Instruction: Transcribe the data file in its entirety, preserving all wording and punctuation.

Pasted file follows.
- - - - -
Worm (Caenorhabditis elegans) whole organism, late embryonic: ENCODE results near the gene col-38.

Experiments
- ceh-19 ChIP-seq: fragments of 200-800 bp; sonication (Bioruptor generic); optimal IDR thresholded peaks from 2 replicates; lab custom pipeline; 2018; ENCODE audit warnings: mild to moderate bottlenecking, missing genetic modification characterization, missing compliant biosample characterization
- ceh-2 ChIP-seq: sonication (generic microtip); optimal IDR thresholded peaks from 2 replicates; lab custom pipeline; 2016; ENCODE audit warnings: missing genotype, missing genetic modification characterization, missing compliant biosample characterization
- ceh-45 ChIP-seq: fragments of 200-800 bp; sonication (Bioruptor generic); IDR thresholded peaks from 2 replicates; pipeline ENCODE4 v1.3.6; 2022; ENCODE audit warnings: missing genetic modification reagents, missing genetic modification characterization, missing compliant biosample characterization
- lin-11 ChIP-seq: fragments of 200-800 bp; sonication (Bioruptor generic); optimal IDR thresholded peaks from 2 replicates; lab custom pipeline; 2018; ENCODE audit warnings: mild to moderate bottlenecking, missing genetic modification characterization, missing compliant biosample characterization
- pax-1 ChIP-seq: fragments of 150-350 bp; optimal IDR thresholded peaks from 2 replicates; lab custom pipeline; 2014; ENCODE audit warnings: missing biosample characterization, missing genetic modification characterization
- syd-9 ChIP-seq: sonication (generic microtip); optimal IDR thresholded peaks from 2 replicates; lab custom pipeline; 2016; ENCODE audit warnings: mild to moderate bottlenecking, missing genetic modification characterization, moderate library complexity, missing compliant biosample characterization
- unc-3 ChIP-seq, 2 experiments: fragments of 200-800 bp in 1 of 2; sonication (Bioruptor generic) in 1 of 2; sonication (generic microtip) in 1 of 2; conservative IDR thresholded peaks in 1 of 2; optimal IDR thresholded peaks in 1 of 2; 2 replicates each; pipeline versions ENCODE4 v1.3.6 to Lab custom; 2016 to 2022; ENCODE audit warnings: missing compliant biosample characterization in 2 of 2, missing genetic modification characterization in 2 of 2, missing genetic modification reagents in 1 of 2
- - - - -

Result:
Worm (Caenorhabditis elegans) whole organism, late embryonic: ENCODE results near the gene col-38.

Experiments
- ceh-19 ChIP-seq: fragments of 200-800 bp; sonication (Bioruptor generic); optimal IDR thresholded peaks from 2 replicates; lab custom pipeline; 2018; ENCODE audit warnings: mild to moderate bottlenecking, missing genetic modification characterization, missing compliant biosample characterization
- ceh-2 ChIP-seq: sonication (generic microtip); optimal IDR thresholded peaks from 2 replicates; lab custom pipeline; 2016; ENCODE audit warnings: missing genotype, missing genetic modification characterization, missing compliant biosample characterization
- ceh-45 ChIP-seq: fragments of 200-800 bp; sonication (Bioruptor generic); IDR thresholded peaks from 2 replicates; pipeline ENCODE4 v1.3.6; 2022; ENCODE audit warnings: missing genetic modification reagents, missing genetic modification characterization, missing compliant biosample characterization
- lin-11 ChIP-seq: fragments of 200-800 bp; sonication (Bioruptor generic); optimal IDR thresholded peaks from 2 replicates; lab custom pipeline; 2018; ENCODE audit warnings: mild to moderate bottlenecking, missing genetic modification characterization, missing compliant biosample characterization
- pax-1 ChIP-seq: fragments of 150-350 bp; optimal IDR thresholded peaks from 2 replicates; lab custom pipeline; 2014; ENCODE audit warnings: missing biosample characterization, missing genetic modification characterization
- syd-9 ChIP-seq: sonication (generic microtip); optimal IDR thresholded peaks from 2 replicates; lab custom pipeline; 2016; ENCODE audit warnings: mild to moderate bottlenecking, missing genetic modification characterization, moderate library complexity, missing compliant biosample characterization
- unc-3 ChIP-seq, 2 experiments: fragments of 200-800 bp in 1 of 2; sonication (Bioruptor generic) in 1 of 2; sonication (generic microtip) in 1 of 2; conservative IDR thresholded peaks in 1 of 2; optimal IDR thresholded peaks in 1 of 2; 2 replicates each; pipeline versions ENCODE4 v1.3.6 to Lab custom; 2016 to 2022; ENCODE audit warnings: missing compliant biosample characterization in 2 of 2, missing genetic modification characterization in 2 of 2, missing genetic modification reagents in 1 of 2